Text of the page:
Is it ever too early to ask for help? Tune in as we share a story where the client hitting the pause button and asking a quick question changed the future of an arrangement which could have had significant legal and financial impact. In part two Michael and Brad are joined by a special surprise guest as they break down the legal issues packed into the “medical director agreement” our client almost signed.
Listen to the full episode using the player below, or by visiting one of the links below. Below is the episode’s transcript which has been edited for readability. If you have any questions or would like to learn more, email us at firstname.lastname@example.org
Intro: [00:00:00] Welcome to Legal 123s with ByrdAdatto. Legal issues simplified through real client stories and real world experiences. Creating simplicity in three, two, one.
Brad: Welcome back to another episode of the Legal 123s with ByrdAdatto. I’m your host, Brad Adatto with my cohost Michael Byrd.
Michael: Thanks Brad. As a business and healthcare law firm, a client call is usually a request for help, but sometimes clients don’t recognize they even need help. And instead it’s often too late when they finally make that call. Today’s story is not one of those examples. Rather our client today was about to sign on the dotted line and decided at the last minute to send the agreement to us to bless it before he signed.
Brad: One of those pivotal moments, for sure, Michael. We can so clearly see the disaster that would have occurred in this particular story had he not paused and asked that [00:01:00] question. Do you have any types of those moments in your career?
Michael: Yes. With a caveat, Brad. As we record, I just had a birthday, so I’m going to be really sensitive to age jokes, which you can’t help.
Brad: I cannot help it.
Michael: Okay. Well, we’ll see what we can do there. Just know that if I start crying, it’s your fault.
Brad: That’s fair. I’m all right with that.
Michael: Okay. So I had a moment like this when I was a summer law clerk at a big law firm in Dallas. There’s this one moment where I paused to ask a question that I really believe ended up shaping the early years of my legal career. And kind of at that moment, the practice of law crystallized for me, like all of a sudden I got the bigger picture of what lawyers were trying to do. And it kind of went from the theory of law school, into the real world and it all made sense.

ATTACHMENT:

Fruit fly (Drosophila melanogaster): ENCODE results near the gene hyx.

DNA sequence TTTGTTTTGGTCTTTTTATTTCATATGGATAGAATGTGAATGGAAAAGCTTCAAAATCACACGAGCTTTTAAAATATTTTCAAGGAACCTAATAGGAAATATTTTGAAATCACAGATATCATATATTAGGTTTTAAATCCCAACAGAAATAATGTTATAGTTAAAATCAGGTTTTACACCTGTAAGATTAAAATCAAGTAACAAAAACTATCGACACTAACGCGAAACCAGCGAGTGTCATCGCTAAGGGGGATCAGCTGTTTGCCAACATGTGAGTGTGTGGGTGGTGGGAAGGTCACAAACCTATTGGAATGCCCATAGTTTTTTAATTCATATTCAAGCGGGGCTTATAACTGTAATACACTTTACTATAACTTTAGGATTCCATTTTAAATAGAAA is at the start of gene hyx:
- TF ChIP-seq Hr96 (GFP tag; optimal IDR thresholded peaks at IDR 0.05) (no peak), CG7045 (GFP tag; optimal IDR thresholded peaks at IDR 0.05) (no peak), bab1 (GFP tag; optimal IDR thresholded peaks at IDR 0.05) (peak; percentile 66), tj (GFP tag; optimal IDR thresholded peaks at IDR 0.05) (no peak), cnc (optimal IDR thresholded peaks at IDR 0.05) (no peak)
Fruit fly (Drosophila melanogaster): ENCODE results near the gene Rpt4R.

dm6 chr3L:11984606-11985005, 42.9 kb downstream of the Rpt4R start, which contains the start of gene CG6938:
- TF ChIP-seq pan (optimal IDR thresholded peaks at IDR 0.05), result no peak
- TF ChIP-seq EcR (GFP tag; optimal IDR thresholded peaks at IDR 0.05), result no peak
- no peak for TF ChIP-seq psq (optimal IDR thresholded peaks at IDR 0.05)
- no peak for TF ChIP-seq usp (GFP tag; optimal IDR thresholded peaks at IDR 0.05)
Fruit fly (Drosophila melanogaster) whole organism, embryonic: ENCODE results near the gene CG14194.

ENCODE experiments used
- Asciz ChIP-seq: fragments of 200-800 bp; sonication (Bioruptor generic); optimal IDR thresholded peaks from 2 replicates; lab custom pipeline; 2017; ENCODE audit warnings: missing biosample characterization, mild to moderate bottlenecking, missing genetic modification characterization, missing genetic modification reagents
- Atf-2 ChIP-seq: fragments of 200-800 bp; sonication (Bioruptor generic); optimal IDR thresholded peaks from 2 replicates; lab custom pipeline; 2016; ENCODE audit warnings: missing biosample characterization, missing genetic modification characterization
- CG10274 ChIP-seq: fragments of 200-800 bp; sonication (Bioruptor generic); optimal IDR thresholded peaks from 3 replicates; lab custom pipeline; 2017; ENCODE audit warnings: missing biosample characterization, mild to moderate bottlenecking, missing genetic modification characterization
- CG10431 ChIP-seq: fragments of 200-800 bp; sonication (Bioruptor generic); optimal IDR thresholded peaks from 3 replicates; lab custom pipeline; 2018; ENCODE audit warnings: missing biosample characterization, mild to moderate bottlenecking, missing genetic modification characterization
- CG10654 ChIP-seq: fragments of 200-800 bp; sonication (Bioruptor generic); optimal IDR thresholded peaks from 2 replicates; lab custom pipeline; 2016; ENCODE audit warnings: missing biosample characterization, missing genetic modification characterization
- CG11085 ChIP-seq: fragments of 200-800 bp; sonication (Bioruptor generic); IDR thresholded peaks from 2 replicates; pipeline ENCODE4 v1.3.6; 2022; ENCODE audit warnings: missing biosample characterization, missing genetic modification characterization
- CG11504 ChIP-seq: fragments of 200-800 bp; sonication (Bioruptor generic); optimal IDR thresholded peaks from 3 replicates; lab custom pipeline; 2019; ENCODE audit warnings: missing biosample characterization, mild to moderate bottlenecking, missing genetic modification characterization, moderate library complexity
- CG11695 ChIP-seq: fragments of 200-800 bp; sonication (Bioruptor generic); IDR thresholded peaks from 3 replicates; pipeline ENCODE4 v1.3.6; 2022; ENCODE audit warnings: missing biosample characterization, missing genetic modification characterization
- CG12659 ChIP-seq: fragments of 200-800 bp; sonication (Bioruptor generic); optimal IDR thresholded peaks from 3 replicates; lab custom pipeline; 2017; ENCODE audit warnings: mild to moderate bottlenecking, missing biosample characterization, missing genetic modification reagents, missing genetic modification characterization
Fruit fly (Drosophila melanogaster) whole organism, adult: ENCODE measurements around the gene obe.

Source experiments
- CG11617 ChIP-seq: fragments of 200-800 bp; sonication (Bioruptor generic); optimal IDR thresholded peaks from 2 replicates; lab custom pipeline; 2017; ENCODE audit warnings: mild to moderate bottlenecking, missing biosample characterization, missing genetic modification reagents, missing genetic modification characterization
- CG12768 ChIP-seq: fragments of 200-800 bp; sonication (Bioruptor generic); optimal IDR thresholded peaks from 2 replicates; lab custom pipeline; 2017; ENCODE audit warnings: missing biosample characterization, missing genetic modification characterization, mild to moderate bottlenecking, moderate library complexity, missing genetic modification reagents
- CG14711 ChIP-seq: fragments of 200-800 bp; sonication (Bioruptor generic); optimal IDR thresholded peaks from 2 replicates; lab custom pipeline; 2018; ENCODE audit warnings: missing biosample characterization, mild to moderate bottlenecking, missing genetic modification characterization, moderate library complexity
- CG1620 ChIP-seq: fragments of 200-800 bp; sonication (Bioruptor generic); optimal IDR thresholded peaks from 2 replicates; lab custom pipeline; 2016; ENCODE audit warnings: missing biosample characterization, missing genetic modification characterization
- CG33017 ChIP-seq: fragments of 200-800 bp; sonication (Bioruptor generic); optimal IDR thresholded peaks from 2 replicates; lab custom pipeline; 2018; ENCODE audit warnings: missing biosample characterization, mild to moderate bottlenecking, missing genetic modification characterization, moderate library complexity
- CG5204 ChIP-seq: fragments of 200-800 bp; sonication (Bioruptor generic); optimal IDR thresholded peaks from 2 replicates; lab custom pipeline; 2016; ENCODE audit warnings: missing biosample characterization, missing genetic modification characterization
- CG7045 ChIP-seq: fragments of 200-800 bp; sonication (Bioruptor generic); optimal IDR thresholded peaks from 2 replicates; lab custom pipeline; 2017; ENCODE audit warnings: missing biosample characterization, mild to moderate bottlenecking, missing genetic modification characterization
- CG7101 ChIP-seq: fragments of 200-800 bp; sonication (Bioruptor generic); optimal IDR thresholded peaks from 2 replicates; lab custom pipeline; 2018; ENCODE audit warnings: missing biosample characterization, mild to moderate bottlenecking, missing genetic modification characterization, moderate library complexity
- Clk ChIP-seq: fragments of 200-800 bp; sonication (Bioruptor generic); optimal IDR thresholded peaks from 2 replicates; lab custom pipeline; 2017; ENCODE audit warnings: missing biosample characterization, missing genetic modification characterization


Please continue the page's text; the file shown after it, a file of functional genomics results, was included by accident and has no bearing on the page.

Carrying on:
Brad: All right. Well, I’m curious. Tell us how it made sense.
Michael: So after my second year of law school, I had managed to hustle and [00:02:00] leverage every relationship I knew to secure two summer clerkships
Brad: Blackmail. Got it.
Michael: You can’t prove that. The clerkship in the first half of the summer was the only one that had a possibility of turning into a job. The job market was super tight. This was the summer of 1994.
Brad: Did you say the summer of 1944?
Michael: Brad, we just talked about this, pass the Kleenex. Let me finish my story. So there was three of us law clerks that were vying for what we believed to be one position that would be a full-time offer given at the end of the summer. We were all friends, and yet all trying to get this one job. One of the clerks was the son of the firm’s biggest client. And the other was a good friend from my law school. In fact, we even went to undergrad together. So to gain an edge, I showed up on the first day after orientation at 8:00 AM and we were supposed to report at 8:30. I was the second [00:03:00] law clerk there. My buddy from my law school had showed up at 7:30 and we spent a few days trying to outdo each other, and finally just reached a truce where we both would show up at 7:30 every day.
Brad: Yeah. And for those don’t know, compete is one of the core values for ByrdAdatto, and clearly you are already fully engaged in the compete core. So, what was your pivotal moment though? You’re still owe us that part.
Michael: Yes. The compete felt at the time more like survival. We’re trying to get a job. But so during the second week of my clerkship, I was asked to prepare a motion for the partner in charge of recruiting. This was a huge opportunity because number one, it was like getting to actually practice real law and not just do legal research. And it was for basically the guy making the decision on which of the three of us got the job.
Brad: The big guy.
Michael: Yes. And I don’t even remember the specifics of what the motion was about, but in [00:04:00] litigation, a motion is essentially something where you’re asking the judge to make a certain ruling, usually over procedural matters that are going on during the pendency of a lawsuit. And so I went to the firm library.
Brad: So were there books with paper or stone still?